Texas Railroad Commission turns to artificial intelligence to improve seismicity review process

5/24/2022

AUSTIN – The Railroad Commission has turned to artificial intelligence to optimize the time the agency’s technical analysts spend on seismicity reviews to ensure residents and the environment are protected.

Seismicity reviews are conducted by the Underground Injection Control (UIC) Department for injection/disposal well permits in areas susceptible to earthquakes and in certain geologic zones. UIC staff programed a machine learning algorithm to help with the large amount of information that needs to be processed and digested.

As the above illustration shows, Python scripts automatically collect GIS mapping of historic seismic events within a permit application’s area of interest, data which is used by the machine learning algorithm.
As the above illustration shows, Python scripts automatically collect GIS mapping of historic seismic events within a permit application’s area of interest, data which is used by the machine learning algorithm.

Along with some other changes, tasks performed by the machine learning algorithm have enabled UIC to wipe out a backlog of seismic reviews to zero today.

Like the technical analyst, the AI program weighs many factors related to the number, severity and proximity of earthquakes and uses a decision tree to assign a grade to the review. The higher the grade, the more the permit would be allowed to inject.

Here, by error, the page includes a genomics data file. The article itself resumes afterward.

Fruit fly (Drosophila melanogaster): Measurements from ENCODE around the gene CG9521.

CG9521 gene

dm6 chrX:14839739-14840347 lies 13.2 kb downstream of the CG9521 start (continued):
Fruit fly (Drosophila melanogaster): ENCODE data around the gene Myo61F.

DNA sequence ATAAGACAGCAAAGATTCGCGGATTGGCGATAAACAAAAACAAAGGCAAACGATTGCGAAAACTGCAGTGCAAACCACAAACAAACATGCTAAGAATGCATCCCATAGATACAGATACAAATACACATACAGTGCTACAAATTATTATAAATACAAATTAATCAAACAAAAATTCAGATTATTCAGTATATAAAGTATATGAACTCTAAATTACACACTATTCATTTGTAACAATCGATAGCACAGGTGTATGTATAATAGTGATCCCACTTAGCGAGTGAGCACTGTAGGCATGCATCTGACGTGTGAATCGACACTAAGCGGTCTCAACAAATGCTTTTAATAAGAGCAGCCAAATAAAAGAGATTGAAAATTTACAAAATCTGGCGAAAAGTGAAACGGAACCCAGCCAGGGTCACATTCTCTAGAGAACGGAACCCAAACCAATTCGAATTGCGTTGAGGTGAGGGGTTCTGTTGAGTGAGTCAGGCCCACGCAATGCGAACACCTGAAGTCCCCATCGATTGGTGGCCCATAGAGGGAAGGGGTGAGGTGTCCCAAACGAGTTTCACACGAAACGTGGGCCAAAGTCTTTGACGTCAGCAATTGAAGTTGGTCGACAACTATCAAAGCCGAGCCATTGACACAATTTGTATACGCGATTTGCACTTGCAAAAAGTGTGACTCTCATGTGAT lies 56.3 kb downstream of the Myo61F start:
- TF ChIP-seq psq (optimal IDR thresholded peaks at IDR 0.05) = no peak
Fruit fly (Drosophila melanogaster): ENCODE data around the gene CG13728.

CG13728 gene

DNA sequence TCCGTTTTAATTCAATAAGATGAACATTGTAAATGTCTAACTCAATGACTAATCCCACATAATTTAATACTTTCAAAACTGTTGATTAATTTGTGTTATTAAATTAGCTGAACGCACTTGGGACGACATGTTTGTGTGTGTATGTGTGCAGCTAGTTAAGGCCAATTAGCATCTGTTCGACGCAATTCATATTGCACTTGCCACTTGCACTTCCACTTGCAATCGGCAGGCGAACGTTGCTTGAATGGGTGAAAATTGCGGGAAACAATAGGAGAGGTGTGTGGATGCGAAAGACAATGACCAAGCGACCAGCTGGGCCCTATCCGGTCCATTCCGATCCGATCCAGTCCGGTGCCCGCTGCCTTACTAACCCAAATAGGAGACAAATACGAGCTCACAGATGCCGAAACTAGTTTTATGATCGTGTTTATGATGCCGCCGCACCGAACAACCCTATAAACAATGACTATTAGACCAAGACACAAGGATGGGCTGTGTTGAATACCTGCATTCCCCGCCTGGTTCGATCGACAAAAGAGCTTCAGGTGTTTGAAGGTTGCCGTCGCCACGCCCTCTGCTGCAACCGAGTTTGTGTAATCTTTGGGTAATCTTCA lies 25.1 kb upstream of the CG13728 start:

If AI grades the seismic review with low grades, the technical analyst will consult with the agency’s seismologist on whether the permit request should be denied or be allowed a minimal amount of disposal (10,000 gallons per day). The AI process, which has a high accuracy rate, assists the technical analyst, who reviews the data and ultimately makes the final judgment.

“Over time, since we are accruing more data every day, we will be able to produce more accurate models by feeding the machine learning algorithm more data,” said Sean Avitt, Manager of the UIC Department. “It’s not a replacement for our technical analysts. It’s a tool that not only allows them to do their jobs more quickly, but it helps them make the best possible decision on each seismic review.”

By embracing technology, including the automation of certain tasks, the time it takes for injection/disposal well permits went from more than 100 days in November 2018 to about 20 days presently. More importantly, AI also ensures consistency in permitting decisions and how seismic and other factors are considered.

For more information on seismicity reviews, click here.

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